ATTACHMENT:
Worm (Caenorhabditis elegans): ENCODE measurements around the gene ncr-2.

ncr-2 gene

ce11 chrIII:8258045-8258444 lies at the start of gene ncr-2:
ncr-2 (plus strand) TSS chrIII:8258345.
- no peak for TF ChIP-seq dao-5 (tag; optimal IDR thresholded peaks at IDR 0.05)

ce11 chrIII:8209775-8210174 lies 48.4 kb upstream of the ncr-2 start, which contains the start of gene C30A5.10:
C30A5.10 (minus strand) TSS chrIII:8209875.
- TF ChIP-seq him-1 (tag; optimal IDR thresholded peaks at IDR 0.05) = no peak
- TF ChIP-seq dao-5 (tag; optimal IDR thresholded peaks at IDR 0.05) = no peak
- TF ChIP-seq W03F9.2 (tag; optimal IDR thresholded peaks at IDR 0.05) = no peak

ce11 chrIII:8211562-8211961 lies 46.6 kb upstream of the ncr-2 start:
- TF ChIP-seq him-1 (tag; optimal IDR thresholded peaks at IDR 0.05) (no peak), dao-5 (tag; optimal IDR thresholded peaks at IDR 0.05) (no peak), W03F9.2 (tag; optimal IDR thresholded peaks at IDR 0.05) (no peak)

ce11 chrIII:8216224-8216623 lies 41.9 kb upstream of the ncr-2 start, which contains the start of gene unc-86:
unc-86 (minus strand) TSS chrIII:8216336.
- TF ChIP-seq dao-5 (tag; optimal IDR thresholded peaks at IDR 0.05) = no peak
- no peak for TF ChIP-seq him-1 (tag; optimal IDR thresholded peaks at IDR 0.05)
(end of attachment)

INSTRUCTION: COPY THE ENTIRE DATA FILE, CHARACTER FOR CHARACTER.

Worm (Caenorhabditis elegans): ENCODE measurements around the gene ncr-2.

ncr-2 gene

ce11 chrIII:8258045-8258444 lies at the start of gene ncr-2:
ncr-2 (plus strand) TSS chrIII:8258345.
- no peak for TF ChIP-seq dao-5 (tag; optimal IDR thresholded peaks at IDR 0.05)

ce11 chrIII:8209775-8210174 lies 48.4 kb upstream of the ncr-2 start, which contains the start of gene C30A5.10:
C30A5.10 (minus strand) TSS chrIII:8209875.
- TF ChIP-seq him-1 (tag; optimal IDR thresholded peaks at IDR 0.05) = no peak
- TF ChIP-seq dao-5 (tag; optimal IDR thresholded peaks at IDR 0.05) = no peak
- TF ChIP-seq W03F9.2 (tag; optimal IDR thresholded peaks at IDR 0.05) = no peak

ce11 chrIII:8211562-8211961 lies 46.6 kb upstream of the ncr-2 start:
- TF ChIP-seq him-1 (tag; optimal IDR thresholded peaks at IDR 0.05) (no peak), dao-5 (tag; optimal IDR thresholded peaks at IDR 0.05) (no peak), W03F9.2 (tag; optimal IDR thresholded peaks at IDR 0.05) (no peak)

ce11 chrIII:8216224-8216623 lies 41.9 kb upstream of the ncr-2 start, which contains the start of gene unc-86:
unc-86 (minus strand) TSS chrIII:8216336.
- TF ChIP-seq dao-5 (tag; optimal IDR thresholded peaks at IDR 0.05) = no peak
- no peak for TF ChIP-seq him-1 (tag; optimal IDR thresholded peaks at IDR 0.05)